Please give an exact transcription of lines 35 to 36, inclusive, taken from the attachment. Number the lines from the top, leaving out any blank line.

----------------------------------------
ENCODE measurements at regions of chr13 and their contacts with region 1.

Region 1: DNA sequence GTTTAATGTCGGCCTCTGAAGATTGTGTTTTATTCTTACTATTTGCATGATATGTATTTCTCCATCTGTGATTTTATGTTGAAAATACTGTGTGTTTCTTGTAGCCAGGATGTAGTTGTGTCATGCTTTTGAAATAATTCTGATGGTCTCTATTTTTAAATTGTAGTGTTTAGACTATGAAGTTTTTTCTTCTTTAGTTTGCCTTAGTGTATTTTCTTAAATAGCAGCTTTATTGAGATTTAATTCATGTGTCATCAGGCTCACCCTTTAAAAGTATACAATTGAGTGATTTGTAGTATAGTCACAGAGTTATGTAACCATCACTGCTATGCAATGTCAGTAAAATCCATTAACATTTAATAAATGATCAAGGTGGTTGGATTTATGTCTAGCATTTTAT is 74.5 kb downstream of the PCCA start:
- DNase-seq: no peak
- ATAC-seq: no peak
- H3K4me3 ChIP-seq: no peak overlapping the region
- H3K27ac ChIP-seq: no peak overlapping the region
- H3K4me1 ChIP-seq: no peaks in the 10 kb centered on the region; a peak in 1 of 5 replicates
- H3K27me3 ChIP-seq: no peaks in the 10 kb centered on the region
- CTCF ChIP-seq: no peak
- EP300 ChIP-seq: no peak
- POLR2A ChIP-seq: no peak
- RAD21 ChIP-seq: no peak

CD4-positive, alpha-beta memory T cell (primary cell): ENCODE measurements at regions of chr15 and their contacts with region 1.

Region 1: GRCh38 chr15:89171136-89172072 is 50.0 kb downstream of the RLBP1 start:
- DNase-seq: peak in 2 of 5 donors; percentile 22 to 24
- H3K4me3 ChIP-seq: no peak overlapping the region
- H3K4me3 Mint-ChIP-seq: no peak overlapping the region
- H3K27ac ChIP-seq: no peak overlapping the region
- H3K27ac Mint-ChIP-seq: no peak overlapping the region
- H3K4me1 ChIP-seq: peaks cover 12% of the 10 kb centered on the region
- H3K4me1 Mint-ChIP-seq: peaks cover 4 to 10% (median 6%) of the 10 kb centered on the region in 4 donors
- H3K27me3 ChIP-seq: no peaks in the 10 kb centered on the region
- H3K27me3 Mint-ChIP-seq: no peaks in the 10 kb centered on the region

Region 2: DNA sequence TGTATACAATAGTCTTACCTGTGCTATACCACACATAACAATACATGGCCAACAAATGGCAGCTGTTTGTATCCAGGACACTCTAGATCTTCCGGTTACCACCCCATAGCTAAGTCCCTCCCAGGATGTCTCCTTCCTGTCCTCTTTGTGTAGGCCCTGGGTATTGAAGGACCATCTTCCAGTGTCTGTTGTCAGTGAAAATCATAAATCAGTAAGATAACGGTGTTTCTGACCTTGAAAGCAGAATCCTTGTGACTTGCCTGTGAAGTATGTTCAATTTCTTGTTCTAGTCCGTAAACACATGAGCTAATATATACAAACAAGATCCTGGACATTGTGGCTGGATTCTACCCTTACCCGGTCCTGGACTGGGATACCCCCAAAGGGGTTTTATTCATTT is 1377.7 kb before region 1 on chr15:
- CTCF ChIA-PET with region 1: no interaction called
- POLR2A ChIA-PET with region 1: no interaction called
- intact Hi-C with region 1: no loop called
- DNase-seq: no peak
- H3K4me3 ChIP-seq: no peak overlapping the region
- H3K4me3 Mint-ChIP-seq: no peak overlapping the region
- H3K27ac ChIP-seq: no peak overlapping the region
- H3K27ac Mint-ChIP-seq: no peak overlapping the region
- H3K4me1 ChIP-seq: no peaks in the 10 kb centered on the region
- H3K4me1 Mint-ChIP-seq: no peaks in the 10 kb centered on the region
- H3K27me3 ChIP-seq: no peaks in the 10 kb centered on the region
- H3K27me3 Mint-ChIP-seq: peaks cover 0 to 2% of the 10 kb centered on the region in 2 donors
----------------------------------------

- H3K27me3 ChIP-seq: no peaks in the 10 kb centered on the region
- H3K27me3 Mint-ChIP-seq: peaks cover 0 to 2% of the 10 kb centered on the region in 2 donors